Monday, March 20, 2017

Some Satisfying News: Country Radio Satisfaction Levels Tick Up

First, “Thank you!” to all who were a part of A&O&B’s 23rd annual Pre-CRS Seminar Wednesday, February 22nd, in Nashville. From our attendees to our presenters to our sponsor BMLG – we appreciate each of you!

As we’ve done for the past 12 years, we presented some top-line data from our just-out-of-the-field online perceptual study: Roadmap 2017. 

This year’s wonderfully rich report included 11,742 Country Radio Listeners across the US and Canada with 9,138 aged 18-54 - 89% of whom were Country P1s.

For those of you who were unable to join is in person in Nashville, we’re excited about sharing some of the information we presented. We’ll be doing this in installments over the coming weeks.

And for those of you who were able to join us in person, this series will give you an opportunity to revisit some key information designed to help all of us create the best radio we can for our listeners and clients.

Enjoy our first installment: Country Station Satisfaction.  And as always, your feedback and thoughts are most welcome.

Country Station Satisfaction:

Here’s some good news. Country Station Satisfaction is up a tick.

Among our full panel of nearly 12,000 Roadmap 2017 participants, 75% reported being “very satisfied” with their country station. That’s up fractionally from last year’s 74%.

Among 18-54s, 77% of US respondents and 72% of Canadian respondents reported being “very satisfied” with their country stations. This is a slight increase for US stations though a slight decrease for Canadian stations.

We isolated station satisfaction by demo to see if there was difference across demo or change across demo compared to last year.  While Canadian respondents’ opinions varied little from 2016, 18-34 US panelists showed a notable increase in satisfaction.

We pursued the satisfaction by asking respondents what station elements/attributes were important to them in choosing one country station over another.

“Plays the best music for my tastes” was number one in importance and across all four demos while “Makes me feel good when I listen” was second.

Here are the 17 attributes we investigated and how each ranked:

There were some interesting differences across demos.

For example, 18-24s ranked Title and Artist Identification higher than 25-54s though this demo placed identifying titles and artists fourth.

Music Quantity was fifth for all cells though in terms of percentages it was of greater importance to 18-34s.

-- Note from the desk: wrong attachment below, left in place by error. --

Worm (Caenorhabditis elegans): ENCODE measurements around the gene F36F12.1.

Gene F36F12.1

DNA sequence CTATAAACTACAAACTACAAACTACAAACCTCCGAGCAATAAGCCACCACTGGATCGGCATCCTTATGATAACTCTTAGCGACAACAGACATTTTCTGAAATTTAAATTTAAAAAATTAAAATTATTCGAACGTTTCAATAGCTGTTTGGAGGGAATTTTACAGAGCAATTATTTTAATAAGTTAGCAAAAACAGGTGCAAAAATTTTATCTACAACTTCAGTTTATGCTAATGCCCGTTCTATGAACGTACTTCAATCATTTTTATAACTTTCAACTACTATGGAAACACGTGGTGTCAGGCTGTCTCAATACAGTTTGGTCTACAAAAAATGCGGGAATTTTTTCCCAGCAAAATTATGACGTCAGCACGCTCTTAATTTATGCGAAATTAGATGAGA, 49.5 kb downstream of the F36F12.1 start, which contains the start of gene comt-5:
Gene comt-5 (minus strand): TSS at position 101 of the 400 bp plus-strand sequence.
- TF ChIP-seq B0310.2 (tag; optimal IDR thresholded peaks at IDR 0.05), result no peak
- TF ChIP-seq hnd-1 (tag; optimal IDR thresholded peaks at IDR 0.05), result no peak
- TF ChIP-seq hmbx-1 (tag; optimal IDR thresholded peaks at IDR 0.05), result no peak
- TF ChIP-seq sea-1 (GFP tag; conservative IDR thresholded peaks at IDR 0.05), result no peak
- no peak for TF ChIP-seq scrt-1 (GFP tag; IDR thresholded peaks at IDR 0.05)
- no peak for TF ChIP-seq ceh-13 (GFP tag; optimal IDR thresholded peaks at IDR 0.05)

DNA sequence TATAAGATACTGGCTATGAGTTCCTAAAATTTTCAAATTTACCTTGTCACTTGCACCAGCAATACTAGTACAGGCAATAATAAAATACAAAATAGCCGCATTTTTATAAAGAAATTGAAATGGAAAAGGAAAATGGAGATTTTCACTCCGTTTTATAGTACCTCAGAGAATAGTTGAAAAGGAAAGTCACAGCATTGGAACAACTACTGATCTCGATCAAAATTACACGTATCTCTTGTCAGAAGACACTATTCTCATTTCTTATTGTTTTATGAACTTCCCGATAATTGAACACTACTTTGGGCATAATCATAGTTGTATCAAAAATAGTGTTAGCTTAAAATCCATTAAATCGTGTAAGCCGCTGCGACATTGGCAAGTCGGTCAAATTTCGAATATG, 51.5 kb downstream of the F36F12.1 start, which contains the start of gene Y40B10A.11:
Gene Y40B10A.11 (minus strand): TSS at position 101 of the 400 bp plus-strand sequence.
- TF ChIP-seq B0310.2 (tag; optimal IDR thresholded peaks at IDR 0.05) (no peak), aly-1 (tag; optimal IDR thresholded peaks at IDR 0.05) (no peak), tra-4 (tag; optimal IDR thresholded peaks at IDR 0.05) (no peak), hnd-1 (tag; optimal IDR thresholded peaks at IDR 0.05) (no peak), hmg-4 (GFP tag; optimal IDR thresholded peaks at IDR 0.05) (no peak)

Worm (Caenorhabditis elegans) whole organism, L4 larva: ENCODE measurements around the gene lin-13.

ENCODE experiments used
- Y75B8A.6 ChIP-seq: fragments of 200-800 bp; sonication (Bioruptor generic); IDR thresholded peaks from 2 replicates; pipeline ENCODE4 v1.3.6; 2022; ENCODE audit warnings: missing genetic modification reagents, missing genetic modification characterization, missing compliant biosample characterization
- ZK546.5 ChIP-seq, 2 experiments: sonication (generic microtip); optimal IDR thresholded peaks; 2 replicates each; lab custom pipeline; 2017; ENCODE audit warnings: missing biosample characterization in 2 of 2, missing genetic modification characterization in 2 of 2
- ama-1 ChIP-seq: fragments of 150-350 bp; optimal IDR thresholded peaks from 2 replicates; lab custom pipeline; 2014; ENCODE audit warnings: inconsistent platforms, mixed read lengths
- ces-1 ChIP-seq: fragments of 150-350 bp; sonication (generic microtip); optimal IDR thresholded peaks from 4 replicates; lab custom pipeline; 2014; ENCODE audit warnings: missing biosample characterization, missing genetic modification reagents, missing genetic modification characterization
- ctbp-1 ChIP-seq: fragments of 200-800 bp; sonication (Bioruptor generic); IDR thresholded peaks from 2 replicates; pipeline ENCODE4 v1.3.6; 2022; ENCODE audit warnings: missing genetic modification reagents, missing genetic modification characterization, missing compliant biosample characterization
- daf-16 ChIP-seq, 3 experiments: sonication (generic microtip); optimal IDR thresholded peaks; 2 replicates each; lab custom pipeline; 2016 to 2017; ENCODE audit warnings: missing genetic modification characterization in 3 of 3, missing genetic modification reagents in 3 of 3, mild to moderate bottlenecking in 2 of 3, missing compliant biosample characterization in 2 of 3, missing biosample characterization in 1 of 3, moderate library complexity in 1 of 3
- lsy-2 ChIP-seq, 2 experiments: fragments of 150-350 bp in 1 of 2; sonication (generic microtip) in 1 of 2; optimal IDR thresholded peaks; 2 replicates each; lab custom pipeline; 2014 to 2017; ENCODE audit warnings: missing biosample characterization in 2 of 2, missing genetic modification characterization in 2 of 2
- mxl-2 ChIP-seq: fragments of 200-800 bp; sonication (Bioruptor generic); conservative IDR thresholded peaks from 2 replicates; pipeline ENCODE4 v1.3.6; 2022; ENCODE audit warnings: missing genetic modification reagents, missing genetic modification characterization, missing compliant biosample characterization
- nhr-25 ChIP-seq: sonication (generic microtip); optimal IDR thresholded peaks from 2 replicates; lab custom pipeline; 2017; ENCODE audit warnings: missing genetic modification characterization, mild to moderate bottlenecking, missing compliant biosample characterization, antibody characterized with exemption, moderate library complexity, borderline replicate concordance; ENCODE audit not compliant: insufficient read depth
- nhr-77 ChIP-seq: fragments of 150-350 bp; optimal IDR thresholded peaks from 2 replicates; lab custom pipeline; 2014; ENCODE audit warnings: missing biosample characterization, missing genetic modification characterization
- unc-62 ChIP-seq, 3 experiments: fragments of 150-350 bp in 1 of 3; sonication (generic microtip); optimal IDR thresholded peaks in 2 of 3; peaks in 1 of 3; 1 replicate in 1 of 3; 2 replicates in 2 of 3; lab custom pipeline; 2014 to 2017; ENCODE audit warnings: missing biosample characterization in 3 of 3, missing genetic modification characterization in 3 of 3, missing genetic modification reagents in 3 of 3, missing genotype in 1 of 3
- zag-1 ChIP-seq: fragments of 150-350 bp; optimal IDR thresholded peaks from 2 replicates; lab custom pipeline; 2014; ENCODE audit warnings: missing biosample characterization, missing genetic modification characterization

We also asked panelists how their local stations did in satisfying their listeners in these areas. Overall, stations over-performed in “Makes me feel good when I listen” and “DJs that sound like my friends” (indexing at 101 and 106 respectively).

In aggregate stations indexed close to 100 for both music quality and quantity.

Among all 18-54s, most stations over-indexed on the other 8 offered attributes.

We probed the 6% who expressed some level of dissatisfaction (“somewhat dissatisfied” or “very dissatisfied”), why they felt this way. The top three issues for these listeners were, “repeating songs far too frequently,” “too many commercials” and “don’t like the music mix.”

Compared to last year, complaints about song repetition were down in the US (59-54%) and flat in Canada (62-63%).  Having issues with the music mix were down in both the US (29-25%) and Canada (30-26) compared to last year. Complaints about commercial load were flat in the US and down in Canada.

We then asked when dissatisfaction resulted in switching off the station for something else, what (if any) other destination did they most frequently go.

Here’s the four year trend (shown in percentages):

Among the most notable trend is that “Nothing in particular” as a destination continues to fall – now just 9% from close to 25% four years ago suggesting that listeners have increasingly found particular alternatives.

The destinations with the largest growth are services like Pandora and Spotify, owned music, and another AM/FM Country station. As a specific destination, only another AM/FM radio station with a different format declined from last year although that decline was small.

There were differences across demographics. In the US, the top switch-to destination for 18-34s was a service like Pandora or Spotify. 35-44s were equally likely to go there as they were to another AM/FM Country station.  Meanwhile for 45-54s another AM/FM Country station was the top destination.

For Canadians, the top 18-34 choice was a streaming service which tied with owned music. Among 35-54s the top destination was another AM/FM Country station or a satellite or cable option with 45-54s also choosing to listen to music they own.

With overall station satisfaction up, asking how music is faring with listeners compared to last year is a logical next question. For both the US and Canada, 2017 saw a change in what had been a several consecutive years of declining “country is the same or better than last year” scores.

And those scores as well as era preferences, music discovery and more are what we’ll dive into in a future post as we go under the hood on Roadmap 2017.
In the meantime, feel free to share your thoughts with us and fellow readers – they’re always valued.

Clients Only: Access the full Roadmap data here.

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